Coincidentally, I posted a review of Chronic Pain and the Family on Blogcritics yesterday. The book explores the issues facing couples (as well as children and extended family) who have to deal with one person’s illness. The author offers suggestions for each person in the couple to repair the relationship and shares many additional sources to help couples and families. She also explains the debility associated with chronic pain and the havoc it wreaks on people in pain.

An excerpt from the book is available from the publisher, Harvard University Press.


Small Talk on ChronicBabe

Not only is ChronicBabe a fabulous new site, it’s a fabulous new site that I’m now a contributor to. Full Disclosure? No Disclosure? One Babe Considers Her Small Talk Options is a version of Too Much Information.


Too Much Information

Being a young married woman without children and no job makes party conversation pretty difficult. Add being a feminist and living in a new city to the mix and watch it bubble over. In the two years since I quit my job and my husband and I moved, I’ve had many different approaches to small talk.

At first I said that I was getting us settled into our new house and community, then was figuring out what career I wanted to do next. This held up for about six months, at which point I could say that I was waiting to get residency so I could take classes without paying out-of-state tuition. Then I could say that we had some travel planned, so I needed to wait until after that to enroll in classes.

In every conversation, I felt like I came across as a spoiled housewife who decorates her house, drinks lattes and travels on a whim. Not only that, I wasn’t doing very much of anything. While lying in bed, I read a lot of books and despaired over how disorganized the house was. I had nothing interesting and socially appropriate to talk about, and it seemed like everything I did say was about my husband, not me. Appearing as the current incarnation of a 50s housewife didn’t thrill me.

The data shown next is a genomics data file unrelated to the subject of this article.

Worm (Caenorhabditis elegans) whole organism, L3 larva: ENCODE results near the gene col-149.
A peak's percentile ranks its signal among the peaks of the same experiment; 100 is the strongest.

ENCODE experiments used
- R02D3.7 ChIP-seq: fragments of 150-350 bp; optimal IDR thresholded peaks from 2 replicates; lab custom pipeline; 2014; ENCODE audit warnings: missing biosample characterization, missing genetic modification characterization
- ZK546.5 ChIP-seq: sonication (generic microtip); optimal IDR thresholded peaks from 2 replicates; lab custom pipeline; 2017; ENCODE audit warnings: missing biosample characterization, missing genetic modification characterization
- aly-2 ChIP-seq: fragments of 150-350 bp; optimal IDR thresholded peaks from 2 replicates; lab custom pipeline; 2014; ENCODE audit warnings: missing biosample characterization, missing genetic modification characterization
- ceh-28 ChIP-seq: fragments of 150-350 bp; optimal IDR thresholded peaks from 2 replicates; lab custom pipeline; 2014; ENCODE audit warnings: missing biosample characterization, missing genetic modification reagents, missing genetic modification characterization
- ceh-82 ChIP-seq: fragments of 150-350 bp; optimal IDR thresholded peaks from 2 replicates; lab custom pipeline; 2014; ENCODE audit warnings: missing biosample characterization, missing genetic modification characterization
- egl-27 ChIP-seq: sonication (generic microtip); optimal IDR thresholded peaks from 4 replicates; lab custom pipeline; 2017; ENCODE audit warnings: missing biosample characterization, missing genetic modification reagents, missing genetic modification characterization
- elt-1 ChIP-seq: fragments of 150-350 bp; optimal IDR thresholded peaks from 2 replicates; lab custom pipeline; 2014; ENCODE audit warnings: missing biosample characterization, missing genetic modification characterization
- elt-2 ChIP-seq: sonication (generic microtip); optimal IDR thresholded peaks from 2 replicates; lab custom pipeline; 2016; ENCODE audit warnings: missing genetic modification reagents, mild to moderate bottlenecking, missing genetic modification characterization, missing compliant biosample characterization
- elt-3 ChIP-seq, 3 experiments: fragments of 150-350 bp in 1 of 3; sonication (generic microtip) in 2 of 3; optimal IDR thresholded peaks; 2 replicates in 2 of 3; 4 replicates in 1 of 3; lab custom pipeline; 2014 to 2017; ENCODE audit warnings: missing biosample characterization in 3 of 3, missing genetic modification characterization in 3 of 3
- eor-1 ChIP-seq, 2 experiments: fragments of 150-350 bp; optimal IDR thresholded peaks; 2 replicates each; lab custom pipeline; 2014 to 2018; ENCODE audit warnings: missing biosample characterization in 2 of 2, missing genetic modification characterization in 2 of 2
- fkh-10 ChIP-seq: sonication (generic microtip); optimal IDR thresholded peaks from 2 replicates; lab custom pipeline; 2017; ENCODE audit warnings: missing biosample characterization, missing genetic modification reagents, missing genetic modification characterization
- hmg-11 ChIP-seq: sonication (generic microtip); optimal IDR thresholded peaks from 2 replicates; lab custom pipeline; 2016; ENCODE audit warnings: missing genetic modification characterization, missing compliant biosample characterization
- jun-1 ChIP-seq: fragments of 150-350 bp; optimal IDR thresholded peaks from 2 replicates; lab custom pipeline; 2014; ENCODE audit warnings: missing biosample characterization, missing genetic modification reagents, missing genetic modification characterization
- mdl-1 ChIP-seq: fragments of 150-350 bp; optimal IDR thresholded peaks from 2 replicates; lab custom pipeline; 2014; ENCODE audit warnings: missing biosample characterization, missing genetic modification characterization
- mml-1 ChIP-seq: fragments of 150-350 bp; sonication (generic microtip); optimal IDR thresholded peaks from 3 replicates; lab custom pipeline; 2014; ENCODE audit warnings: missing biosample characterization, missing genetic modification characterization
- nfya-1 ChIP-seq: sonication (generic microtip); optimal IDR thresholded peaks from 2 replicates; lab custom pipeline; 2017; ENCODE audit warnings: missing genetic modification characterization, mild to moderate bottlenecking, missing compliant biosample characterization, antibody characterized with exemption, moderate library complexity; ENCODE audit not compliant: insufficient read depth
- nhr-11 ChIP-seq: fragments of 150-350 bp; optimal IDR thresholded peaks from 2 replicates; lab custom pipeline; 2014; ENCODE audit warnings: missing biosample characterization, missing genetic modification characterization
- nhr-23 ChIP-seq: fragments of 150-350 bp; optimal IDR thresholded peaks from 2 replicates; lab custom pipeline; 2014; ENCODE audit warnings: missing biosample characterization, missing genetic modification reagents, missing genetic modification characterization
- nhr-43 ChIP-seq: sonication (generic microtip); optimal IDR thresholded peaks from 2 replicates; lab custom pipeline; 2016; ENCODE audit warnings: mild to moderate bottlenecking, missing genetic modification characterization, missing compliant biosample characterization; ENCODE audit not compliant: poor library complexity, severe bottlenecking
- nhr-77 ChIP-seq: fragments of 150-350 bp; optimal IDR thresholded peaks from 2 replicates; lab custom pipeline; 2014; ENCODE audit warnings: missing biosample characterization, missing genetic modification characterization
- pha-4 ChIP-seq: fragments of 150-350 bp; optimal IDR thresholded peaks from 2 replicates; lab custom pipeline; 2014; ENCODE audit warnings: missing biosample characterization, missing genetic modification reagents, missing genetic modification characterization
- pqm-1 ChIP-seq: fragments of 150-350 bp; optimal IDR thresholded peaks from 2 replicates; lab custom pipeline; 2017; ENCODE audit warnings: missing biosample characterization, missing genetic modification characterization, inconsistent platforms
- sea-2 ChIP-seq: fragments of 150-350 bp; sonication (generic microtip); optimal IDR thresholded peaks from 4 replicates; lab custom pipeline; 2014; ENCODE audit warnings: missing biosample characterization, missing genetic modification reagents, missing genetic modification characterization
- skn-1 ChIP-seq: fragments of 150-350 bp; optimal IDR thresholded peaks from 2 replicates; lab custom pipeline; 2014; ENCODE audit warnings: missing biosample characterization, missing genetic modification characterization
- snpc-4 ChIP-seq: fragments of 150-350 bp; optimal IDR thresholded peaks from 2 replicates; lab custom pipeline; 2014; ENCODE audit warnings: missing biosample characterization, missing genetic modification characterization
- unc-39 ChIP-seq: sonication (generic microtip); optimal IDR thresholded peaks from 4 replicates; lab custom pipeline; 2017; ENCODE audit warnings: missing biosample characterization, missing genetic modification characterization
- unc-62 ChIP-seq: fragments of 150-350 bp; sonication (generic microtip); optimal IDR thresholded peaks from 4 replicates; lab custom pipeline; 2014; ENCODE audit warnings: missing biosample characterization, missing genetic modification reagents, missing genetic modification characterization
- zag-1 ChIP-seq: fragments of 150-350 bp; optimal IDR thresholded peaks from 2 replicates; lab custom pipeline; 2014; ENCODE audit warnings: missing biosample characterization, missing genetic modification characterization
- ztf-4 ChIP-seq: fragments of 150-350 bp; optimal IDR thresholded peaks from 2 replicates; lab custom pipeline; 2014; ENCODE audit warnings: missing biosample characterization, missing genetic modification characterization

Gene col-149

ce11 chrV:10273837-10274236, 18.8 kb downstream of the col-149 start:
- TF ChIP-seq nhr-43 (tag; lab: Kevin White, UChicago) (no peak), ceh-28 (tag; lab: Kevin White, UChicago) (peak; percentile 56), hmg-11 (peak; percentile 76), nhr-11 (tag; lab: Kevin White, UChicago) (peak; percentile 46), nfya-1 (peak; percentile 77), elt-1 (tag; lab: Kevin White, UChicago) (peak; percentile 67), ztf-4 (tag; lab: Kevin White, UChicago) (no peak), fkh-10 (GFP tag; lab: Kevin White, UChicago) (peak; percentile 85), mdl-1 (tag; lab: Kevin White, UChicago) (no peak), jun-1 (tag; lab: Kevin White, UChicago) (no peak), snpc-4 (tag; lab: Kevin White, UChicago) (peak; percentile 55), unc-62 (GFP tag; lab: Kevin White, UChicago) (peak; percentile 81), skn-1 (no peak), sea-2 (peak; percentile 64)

Trying to hide or deny major parts of my life was taxing and felt dishonest, so I went to the opposite extreme. All the pain, boredom and unhappiness was simply too much to keep to myself. Whenever a conversation steered toward me and my work, I found myself telling the gory details to strangers. One of these strangers was kind enough to see that there was good underneath all the desperation and self-centeredness. She has become a good friend, but everyone else was part of a transient relationship. I imagine I scared them all off.

I’ve gotten much better at tailoring the response. I try to dodge the question when I first meet someone. If I can’t, I’ll say I do some freelance writing. If I sense a connection with or lack of judgment from someone, I’ll say that I’m a reluctant housewife. This is always questioned, so I say that I haven’t been working because of health problems, but that I’m getting started on some health education/advocacy/activism work. If someone asks a direct question about the scar and lump on my chest, I’ll give an edited version of the story.

As I write this, it’s obvious that my responses have followed my changing self perception. When we first moved, I still thought I’d be cured soon and would be able to hold any sort of job I wanted to. After it became apparent that this wasn’t the case, I stammered out some excuse or gushed the details. My life was too much for me to sort out on my own then. The excuses lasted a lot longer than the gushing did. They got me through the greater part of a year until I figured out who I was and how to mesh my illness with the rest of life.

Pain dictates so much of what we do, how we think about ourselves and how we relate to others, that it seems like it dictates our lives. Letting the pain be in control for a while may ultimately help us live with it more easily. Some day you may look back on your behavior and cringe. I certainly do, but I don’t regret it.